In a Florence pensione circa 1900 with English guests, George and his dad offer their rooms with views to Lucy and her chaperone. Lucy and George get acquainted but Lucy returns to England. George and Lucy meet again but now she's engaged.
Helena Bonham Carter,
In a suburb of London, young Jamie is escaping sport hours, to avoid being the victim of his comrades. Young Ste, his neighbor, is beaten by his father, and comes to sleep overnight. They discover new feelings, sleeping in the same bed.
After a drunken house party with his straight mates, Russell heads out to a gay club. Just before closing time he picks up Glen but what's expected to be just a one-night stand becomes something else, something special.
Two male English school chums find themselves falling in love at Cambridge. To regain his place in society, Clive gives up his forbidden love, Maurice (pronounced "Morris") and marries. While staying with Clive and his shallow wife, Anne, Maurice finally discovers romance in the arms of Alec, the gamekeeper. Written from personal pain, it's E.M. Forster's story of coming to terms with sexuality in the Edwardian age.Written by
Susan Southall <firstname.lastname@example.org>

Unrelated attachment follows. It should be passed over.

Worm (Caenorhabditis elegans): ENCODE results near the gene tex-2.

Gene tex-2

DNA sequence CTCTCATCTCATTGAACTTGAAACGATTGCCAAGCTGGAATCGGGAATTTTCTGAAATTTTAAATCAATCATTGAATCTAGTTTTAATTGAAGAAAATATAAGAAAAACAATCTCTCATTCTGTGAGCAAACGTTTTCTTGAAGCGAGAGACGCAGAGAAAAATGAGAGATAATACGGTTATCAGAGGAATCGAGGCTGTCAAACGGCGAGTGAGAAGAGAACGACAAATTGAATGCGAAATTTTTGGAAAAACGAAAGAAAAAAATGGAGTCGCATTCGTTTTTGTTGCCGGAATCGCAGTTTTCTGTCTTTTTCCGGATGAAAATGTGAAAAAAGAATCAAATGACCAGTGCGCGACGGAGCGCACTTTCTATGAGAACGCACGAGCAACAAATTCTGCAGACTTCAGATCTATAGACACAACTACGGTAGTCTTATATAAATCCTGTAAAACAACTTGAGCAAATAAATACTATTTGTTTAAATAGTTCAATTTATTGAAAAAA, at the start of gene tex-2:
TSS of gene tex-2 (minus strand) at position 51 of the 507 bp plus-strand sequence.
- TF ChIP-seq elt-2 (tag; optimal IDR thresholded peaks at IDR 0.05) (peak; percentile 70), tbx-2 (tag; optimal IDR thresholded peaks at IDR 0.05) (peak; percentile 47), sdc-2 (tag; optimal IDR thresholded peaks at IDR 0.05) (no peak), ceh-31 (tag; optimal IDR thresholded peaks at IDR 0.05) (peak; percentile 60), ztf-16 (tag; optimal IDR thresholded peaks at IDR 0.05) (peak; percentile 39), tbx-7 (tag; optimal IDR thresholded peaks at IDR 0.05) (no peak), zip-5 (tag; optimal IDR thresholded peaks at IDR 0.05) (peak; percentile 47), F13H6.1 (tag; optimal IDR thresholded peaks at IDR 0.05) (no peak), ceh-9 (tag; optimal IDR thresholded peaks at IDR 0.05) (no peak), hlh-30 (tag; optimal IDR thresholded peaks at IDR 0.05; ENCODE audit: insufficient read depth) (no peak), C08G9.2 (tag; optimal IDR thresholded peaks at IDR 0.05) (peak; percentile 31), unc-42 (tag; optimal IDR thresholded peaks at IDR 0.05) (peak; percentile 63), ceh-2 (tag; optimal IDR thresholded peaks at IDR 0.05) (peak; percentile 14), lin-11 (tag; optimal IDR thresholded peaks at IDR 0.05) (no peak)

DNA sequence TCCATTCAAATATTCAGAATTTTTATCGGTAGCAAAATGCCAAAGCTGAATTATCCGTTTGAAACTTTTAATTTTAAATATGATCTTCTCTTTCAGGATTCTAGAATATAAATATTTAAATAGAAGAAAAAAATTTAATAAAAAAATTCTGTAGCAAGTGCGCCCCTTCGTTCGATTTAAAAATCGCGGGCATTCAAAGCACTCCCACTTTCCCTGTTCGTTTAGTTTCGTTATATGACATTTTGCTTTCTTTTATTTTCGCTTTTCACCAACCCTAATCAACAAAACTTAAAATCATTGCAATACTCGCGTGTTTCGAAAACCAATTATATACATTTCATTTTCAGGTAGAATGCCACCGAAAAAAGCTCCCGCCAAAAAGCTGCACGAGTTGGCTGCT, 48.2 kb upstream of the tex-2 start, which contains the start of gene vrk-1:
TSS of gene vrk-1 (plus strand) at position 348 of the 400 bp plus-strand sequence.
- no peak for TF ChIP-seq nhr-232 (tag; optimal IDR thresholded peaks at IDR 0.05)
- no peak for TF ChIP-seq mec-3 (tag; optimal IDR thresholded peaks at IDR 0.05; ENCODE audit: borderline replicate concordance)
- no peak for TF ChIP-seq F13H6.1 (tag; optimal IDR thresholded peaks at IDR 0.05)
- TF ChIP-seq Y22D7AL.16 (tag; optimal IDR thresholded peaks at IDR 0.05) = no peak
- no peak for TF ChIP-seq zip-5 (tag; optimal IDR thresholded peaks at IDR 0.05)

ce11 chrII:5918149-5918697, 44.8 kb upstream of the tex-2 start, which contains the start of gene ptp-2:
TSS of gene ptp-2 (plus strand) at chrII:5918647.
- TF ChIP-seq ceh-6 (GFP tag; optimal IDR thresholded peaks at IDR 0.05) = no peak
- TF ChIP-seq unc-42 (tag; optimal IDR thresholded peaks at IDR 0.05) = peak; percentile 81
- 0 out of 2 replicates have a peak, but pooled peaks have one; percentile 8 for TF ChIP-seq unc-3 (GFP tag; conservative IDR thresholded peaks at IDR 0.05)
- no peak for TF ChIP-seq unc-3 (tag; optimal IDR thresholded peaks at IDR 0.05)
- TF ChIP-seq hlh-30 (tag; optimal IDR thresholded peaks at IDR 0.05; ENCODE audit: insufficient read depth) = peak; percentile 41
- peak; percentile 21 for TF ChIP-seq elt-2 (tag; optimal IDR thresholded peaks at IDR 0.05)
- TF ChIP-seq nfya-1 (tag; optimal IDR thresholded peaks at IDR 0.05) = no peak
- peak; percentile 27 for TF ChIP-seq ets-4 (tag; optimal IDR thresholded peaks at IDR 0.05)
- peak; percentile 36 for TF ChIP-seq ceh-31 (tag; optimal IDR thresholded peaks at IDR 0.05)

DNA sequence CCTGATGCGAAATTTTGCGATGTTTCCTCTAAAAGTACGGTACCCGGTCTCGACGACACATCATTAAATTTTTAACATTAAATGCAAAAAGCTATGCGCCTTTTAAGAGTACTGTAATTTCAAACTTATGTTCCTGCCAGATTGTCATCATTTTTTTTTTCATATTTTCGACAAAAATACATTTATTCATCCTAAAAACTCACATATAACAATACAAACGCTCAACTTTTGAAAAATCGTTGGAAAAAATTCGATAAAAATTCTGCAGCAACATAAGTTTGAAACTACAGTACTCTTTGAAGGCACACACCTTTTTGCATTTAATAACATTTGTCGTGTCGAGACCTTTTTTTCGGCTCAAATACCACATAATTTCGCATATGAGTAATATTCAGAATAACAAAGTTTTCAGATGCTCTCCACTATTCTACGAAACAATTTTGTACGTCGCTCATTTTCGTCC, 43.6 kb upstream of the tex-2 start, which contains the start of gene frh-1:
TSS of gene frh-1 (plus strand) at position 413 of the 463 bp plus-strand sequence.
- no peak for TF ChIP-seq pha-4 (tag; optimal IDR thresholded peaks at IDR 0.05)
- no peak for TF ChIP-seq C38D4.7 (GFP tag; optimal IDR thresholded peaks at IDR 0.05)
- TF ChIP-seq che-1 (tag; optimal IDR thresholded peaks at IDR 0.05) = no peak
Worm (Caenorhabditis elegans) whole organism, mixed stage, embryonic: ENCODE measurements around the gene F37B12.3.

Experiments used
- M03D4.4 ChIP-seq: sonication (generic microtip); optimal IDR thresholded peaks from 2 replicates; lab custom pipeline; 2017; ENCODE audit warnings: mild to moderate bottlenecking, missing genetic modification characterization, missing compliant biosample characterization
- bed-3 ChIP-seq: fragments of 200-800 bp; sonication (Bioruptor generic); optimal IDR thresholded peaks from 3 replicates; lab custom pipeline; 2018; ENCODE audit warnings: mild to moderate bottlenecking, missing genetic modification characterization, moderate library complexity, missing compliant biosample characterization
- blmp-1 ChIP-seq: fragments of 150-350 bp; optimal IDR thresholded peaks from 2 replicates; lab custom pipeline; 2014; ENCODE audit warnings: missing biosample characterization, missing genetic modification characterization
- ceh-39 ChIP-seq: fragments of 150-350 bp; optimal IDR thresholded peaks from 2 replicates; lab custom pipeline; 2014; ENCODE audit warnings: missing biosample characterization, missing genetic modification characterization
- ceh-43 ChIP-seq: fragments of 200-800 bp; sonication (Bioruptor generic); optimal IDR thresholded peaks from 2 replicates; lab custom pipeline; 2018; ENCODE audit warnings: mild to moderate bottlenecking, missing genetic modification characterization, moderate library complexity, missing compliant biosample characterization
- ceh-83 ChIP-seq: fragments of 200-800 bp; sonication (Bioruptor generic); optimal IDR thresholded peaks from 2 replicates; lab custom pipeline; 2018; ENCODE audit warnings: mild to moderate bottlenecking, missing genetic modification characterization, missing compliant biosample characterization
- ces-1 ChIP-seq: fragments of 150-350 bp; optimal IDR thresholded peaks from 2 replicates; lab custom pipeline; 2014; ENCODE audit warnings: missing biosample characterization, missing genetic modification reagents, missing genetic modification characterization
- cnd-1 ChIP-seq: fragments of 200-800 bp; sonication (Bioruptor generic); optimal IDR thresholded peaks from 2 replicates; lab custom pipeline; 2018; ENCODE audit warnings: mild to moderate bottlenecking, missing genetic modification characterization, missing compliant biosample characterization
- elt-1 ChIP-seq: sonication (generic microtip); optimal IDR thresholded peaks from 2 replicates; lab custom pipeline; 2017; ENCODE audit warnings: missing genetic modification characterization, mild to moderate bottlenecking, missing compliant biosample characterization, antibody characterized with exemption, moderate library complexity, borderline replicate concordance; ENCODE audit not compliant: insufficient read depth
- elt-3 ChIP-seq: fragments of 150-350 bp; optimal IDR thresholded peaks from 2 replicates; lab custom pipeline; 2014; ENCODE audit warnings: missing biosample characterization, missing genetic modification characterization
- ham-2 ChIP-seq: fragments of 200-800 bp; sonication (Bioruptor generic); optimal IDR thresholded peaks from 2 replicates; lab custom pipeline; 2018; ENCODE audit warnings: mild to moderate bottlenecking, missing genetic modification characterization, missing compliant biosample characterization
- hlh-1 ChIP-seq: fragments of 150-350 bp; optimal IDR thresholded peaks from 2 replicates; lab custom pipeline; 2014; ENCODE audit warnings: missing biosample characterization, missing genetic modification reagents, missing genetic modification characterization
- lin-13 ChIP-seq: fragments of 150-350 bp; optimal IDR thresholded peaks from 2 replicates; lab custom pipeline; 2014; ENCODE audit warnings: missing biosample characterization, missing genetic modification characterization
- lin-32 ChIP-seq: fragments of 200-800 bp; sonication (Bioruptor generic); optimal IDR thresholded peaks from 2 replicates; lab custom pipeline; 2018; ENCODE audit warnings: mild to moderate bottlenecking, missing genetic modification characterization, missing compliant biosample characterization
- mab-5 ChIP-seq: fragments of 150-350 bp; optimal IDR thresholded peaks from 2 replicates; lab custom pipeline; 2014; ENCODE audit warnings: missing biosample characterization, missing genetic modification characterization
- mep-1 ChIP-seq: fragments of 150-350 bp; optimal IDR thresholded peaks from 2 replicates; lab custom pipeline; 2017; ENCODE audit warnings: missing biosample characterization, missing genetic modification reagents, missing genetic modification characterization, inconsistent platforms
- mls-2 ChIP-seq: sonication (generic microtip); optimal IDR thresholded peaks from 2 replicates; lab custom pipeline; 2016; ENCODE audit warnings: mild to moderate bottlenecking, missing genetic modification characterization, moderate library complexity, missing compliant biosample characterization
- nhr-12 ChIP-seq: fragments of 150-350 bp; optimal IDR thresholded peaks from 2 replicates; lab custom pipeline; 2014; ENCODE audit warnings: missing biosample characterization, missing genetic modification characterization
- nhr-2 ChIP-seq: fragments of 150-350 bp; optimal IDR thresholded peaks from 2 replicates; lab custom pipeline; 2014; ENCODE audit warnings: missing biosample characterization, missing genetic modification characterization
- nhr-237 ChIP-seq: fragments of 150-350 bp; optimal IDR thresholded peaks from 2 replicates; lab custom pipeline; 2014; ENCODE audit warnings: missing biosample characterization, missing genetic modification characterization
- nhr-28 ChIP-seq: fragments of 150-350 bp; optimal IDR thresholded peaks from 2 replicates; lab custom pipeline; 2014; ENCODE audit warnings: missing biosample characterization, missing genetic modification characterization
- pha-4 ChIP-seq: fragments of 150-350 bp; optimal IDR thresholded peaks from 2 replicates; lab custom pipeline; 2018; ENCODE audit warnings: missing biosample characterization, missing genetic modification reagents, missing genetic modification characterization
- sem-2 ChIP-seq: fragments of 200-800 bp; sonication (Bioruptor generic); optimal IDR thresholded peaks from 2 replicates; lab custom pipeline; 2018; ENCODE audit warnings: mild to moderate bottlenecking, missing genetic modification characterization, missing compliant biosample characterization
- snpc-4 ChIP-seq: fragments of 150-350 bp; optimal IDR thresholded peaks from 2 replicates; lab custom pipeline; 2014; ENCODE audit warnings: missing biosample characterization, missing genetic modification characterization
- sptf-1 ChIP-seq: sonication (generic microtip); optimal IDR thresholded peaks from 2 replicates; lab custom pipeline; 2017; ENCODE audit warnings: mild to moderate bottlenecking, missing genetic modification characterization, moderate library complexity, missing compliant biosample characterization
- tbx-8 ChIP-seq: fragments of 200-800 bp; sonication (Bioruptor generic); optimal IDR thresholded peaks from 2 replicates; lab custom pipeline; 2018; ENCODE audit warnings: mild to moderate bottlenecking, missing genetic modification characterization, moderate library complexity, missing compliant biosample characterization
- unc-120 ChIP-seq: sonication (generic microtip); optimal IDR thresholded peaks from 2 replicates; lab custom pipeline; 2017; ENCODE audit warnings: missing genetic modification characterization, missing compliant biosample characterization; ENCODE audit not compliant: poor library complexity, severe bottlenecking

Similar to goldilocks-78, I watched Maurice again - I saw it when I was in my 20s, when it was first released. There is some very good acting, and a very good sociological recreation of the Edwardian period. Maurice, the novel, might well not be considered as EM Forster's finest work. But similar to Lady Chatterley's Lover (not considered among Lawrence's best), the work raises issues of class, gender, and sexuality. The three leads are good - Hugh Grant gives a plausible portrayal of a more refined, upper-class man, who denies his homosexual urgings and marries. He clearly shows (after this conversion of sorts) his ambivalence and almost forced denial. Hugh Grant, almost effortlessly, shows the two sides to this character. James Wilby,as Maurice, moves from self-disgust, despair and guilt, to self-acceptance. Rupert Graves as Scudder (similar to Mellors) is really good. The scenes he shares with James Wilby are not forced. The supporting cast are good - the women, Simon Callow (who introduces us to the Edwardian conformist ideology) are equally good. And Ben Kingsley, as the hypnotherapist nicely shows the push-pull in the then-British psyche. My favourite Merchant-Ivory film is Room with a view. Maurice is darker, but just as well filmed, with enough humour to balance the seriousness of the film. The naive, happily-ever-after ending (EM Forster's) doesn't quite work, but leads to good discussion. Of all the DVD-shown deleted scenes, the final 'confrontation' between Maurice and Durham should be, in my opinion, restored. It's a fine film, both engaging and unsettling. Sensitively adapted, directed, acted and shot. Kudos
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